Impurity removal during filtration and washing – a mechanistic modelling approach

Ottoboni, Sara and Mehta, Bhavik and Gramadnikova, Ekaterina and Brown, Cameron and Mitchell, Niall (2022) Impurity removal during filtration and washing – a mechanistic modelling approach. In: 13th World Filtration Congress, 2022-10-05 - 2022-10-09.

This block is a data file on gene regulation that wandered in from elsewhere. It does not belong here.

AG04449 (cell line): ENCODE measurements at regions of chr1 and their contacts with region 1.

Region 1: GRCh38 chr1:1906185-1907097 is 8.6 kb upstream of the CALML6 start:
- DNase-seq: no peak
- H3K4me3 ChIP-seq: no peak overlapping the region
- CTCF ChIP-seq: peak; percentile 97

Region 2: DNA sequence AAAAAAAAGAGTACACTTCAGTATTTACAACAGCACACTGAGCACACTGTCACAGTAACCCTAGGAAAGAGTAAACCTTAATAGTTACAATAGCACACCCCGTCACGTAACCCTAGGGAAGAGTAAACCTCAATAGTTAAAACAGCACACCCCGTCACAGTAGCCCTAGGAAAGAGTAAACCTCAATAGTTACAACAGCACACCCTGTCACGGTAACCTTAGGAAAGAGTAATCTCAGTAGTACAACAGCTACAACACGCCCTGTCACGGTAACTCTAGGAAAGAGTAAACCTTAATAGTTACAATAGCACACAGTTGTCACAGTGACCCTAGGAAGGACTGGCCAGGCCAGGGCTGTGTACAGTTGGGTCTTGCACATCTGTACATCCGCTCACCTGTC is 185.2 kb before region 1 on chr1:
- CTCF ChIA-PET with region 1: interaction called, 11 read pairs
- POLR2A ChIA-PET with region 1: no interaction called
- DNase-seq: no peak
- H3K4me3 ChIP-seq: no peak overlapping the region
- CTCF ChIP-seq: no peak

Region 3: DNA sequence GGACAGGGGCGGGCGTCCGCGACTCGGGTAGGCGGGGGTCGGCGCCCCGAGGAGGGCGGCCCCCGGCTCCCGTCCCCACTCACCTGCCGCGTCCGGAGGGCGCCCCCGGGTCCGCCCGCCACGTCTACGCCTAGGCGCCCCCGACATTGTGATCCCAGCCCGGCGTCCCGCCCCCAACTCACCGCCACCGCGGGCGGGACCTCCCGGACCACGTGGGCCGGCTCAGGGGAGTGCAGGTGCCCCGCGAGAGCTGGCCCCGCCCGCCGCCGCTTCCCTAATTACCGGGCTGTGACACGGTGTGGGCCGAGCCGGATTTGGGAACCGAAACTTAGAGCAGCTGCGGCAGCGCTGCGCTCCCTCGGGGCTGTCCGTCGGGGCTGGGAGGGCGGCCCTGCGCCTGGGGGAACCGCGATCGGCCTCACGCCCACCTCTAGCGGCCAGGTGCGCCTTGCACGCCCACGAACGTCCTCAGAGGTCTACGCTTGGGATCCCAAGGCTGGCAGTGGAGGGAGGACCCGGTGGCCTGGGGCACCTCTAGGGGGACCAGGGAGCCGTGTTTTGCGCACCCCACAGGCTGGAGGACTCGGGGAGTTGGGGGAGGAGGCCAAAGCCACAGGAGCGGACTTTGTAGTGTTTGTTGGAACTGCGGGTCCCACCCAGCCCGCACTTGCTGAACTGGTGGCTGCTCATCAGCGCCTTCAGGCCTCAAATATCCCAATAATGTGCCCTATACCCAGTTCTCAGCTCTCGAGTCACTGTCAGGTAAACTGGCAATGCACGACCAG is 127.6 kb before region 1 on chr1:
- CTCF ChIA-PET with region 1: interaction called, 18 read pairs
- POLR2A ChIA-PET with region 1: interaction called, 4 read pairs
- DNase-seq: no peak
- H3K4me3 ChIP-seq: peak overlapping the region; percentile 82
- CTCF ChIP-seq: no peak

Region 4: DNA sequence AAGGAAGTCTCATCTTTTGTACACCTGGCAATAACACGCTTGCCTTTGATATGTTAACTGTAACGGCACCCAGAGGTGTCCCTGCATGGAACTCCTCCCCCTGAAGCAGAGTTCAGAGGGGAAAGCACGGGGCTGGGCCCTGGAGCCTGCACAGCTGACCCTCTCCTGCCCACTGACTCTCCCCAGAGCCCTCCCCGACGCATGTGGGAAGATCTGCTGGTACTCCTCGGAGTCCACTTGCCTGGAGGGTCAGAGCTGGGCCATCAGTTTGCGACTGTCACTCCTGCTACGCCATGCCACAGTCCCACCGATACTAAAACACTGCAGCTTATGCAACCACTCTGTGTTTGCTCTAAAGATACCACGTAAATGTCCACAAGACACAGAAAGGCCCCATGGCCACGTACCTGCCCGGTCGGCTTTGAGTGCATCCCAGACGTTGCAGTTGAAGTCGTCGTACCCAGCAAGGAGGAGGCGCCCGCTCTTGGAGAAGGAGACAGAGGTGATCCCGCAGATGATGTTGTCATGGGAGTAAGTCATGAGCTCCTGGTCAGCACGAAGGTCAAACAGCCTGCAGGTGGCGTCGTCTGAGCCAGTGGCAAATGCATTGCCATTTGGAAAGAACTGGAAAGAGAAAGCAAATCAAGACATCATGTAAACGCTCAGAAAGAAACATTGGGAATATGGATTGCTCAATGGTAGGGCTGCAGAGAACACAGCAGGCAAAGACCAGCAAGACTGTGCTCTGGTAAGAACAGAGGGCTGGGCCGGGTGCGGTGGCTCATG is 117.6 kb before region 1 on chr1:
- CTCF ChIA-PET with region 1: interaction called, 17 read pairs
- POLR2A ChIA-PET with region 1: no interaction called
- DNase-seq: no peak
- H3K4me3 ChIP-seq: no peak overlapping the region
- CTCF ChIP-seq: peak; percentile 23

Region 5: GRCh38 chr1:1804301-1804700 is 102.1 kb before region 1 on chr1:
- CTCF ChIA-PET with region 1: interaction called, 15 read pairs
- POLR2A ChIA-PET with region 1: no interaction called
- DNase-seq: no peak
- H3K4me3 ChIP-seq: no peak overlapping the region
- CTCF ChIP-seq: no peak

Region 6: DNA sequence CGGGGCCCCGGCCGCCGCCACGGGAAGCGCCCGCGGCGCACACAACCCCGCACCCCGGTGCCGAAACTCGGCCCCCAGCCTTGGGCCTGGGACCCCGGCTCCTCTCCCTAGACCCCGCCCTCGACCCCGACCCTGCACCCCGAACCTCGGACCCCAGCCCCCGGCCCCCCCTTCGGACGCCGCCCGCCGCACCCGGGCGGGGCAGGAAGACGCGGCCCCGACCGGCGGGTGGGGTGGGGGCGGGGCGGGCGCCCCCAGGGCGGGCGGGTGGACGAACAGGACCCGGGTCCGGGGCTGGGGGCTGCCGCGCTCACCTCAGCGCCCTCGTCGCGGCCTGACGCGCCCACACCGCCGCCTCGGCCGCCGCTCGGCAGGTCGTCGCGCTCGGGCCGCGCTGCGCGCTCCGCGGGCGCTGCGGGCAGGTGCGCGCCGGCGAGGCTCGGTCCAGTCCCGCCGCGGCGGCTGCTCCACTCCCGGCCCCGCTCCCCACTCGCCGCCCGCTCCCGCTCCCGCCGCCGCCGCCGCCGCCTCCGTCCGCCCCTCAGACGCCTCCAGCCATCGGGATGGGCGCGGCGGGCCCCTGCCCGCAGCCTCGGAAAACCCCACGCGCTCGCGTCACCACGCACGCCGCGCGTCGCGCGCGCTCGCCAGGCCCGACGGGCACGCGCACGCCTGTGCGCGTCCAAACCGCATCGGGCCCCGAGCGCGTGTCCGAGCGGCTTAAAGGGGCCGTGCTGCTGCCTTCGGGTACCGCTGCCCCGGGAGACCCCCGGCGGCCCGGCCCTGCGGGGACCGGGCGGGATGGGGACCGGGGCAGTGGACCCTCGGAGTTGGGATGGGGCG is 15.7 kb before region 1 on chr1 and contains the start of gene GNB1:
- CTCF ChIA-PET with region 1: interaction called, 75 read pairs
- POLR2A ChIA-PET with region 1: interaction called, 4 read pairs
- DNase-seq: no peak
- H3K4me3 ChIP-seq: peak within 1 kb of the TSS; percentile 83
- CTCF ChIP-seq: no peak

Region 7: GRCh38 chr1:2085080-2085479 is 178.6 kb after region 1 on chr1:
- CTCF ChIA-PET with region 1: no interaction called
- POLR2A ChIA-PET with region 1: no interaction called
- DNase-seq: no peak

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The focus of the work reported here combines filtration and washing operations commonly used in active pharmaceutical ingredient (API) purification and isolation by combining predicted and experimental data generated during upstream crystallization process. In detail, this work focuses on the development of a mechanistic model-based workflow for the optimization of an integrated filtration and washing model, with a view to minimize impurities in the isolated cake. A Carman-Kozeny filtration model is integrated with a custom diffusion with an axial dispersion washing modelling approach. The custom washing model describes a washing process where the feed wet packed bed obtained by filtering a suspension to dryland is washed by diffusion-dispersion mechanisms. To effectively track impurities in the cake, the diffusion-dispersion wash model considers dissolution of the solid phase. The model was designed as a series of 10 continuous stirred-tank reactors (CSTR) where the approach used to mimic the dispersion washing mechanism modelled with the plug flow (PF) approach. The integrated modelling tool uses information on the product crystal suspension characteristics predicted using gPROMS FormulatedProducts to predict filtration time, filtrate flow rate, and the composition of the filter cake and filtrate generated during filtration. The washing of the wet filtered cake is then simulated to predict: washing efficiency and to generate washing curves, cake and filtrate composition, and residual cake moisture content and composition. Mefenamic acid and paracetamol were selected as representative test compounds. Three different crystallization solvents were used for mefenamic acid and for paracetamol case, with relative structurally-related impurities deriving from synthesis. As first stage of the optimization workflow, a model validation approach has been used to estimate cake properties (e.g. specific cake resistance, cake volume, cake composition after washing, washing curve). The data used for validation was generated via smallscale batch pressure filter experiments. Following on, the validated model was used to explore the design space and aid in the set-up of the optimization entity decisions. The optimization problem was then configured to reduce the impurity concentration in the final cake after washing. The findings from this were translated to a final model to simulate the optimal operating point.